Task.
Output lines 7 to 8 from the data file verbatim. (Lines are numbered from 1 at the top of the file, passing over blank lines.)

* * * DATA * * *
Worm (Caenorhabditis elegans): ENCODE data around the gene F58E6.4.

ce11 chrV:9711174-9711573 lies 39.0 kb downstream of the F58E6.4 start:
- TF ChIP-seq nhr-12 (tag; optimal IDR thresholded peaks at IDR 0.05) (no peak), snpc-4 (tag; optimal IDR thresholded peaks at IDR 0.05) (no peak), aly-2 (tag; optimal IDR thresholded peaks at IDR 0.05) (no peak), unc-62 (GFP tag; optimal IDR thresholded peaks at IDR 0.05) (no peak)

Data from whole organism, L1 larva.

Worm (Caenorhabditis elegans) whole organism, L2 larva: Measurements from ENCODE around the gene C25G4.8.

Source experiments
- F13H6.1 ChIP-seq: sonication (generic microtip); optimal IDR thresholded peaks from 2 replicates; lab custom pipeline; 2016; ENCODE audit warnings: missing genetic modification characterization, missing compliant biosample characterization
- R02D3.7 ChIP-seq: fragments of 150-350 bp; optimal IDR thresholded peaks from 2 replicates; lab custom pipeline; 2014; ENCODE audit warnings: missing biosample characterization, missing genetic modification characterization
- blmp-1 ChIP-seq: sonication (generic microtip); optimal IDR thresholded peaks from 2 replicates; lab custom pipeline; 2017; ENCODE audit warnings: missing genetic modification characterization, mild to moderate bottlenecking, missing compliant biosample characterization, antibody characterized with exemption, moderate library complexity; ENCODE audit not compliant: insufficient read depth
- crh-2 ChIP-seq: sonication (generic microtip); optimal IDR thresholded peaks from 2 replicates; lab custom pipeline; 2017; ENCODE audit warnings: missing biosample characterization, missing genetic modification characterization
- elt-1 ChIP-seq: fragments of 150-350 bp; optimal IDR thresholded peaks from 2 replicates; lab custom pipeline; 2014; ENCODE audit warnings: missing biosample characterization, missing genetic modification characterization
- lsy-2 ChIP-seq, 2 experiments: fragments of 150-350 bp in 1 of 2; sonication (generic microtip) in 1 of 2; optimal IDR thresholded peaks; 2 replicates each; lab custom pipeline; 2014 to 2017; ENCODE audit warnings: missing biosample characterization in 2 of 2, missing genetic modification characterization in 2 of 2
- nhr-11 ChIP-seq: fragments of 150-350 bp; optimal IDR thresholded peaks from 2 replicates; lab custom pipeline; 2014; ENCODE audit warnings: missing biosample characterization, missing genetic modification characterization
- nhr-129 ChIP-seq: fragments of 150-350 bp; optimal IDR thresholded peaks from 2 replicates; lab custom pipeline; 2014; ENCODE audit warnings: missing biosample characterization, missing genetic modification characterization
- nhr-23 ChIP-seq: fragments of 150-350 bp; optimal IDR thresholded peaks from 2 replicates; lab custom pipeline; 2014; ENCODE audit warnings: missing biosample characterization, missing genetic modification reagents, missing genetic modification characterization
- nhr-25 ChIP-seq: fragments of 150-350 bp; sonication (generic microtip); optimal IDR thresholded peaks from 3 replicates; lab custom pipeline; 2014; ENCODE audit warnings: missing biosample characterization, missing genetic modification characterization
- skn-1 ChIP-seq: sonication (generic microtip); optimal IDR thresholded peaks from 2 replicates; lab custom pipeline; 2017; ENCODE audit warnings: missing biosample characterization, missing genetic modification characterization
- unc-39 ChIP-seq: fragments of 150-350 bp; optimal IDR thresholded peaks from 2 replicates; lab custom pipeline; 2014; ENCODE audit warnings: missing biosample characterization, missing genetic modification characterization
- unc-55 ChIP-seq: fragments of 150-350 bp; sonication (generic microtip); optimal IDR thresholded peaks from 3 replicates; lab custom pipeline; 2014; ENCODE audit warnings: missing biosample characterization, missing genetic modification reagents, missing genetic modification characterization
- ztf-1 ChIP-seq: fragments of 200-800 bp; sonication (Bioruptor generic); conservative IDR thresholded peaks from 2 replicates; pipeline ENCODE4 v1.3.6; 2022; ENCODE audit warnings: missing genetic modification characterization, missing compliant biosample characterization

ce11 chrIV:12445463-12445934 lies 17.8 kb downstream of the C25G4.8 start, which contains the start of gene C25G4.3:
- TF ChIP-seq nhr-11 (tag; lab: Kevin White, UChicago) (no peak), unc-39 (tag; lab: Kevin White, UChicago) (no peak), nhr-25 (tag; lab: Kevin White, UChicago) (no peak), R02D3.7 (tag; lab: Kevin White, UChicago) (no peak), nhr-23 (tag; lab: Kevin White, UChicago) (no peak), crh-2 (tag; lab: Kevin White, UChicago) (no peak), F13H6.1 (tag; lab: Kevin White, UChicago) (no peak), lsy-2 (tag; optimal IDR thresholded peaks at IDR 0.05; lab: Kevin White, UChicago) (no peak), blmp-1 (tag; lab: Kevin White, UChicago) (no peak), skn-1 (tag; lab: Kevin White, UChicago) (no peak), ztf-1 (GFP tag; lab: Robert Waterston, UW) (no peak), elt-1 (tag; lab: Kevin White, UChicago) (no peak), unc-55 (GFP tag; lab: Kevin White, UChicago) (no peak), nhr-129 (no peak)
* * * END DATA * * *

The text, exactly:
- F13H6.1 ChIP-seq: sonication (generic microtip); optimal IDR thresholded peaks from 2 replicates; lab custom pipeline; 2016; ENCODE audit warnings: missing genetic modification characterization, missing compliant biosample characterization
- R02D3.7 ChIP-seq: fragments of 150-350 bp; optimal IDR thresholded peaks from 2 replicates; lab custom pipeline; 2014; ENCODE audit warnings: missing biosample characterization, missing genetic modification characterization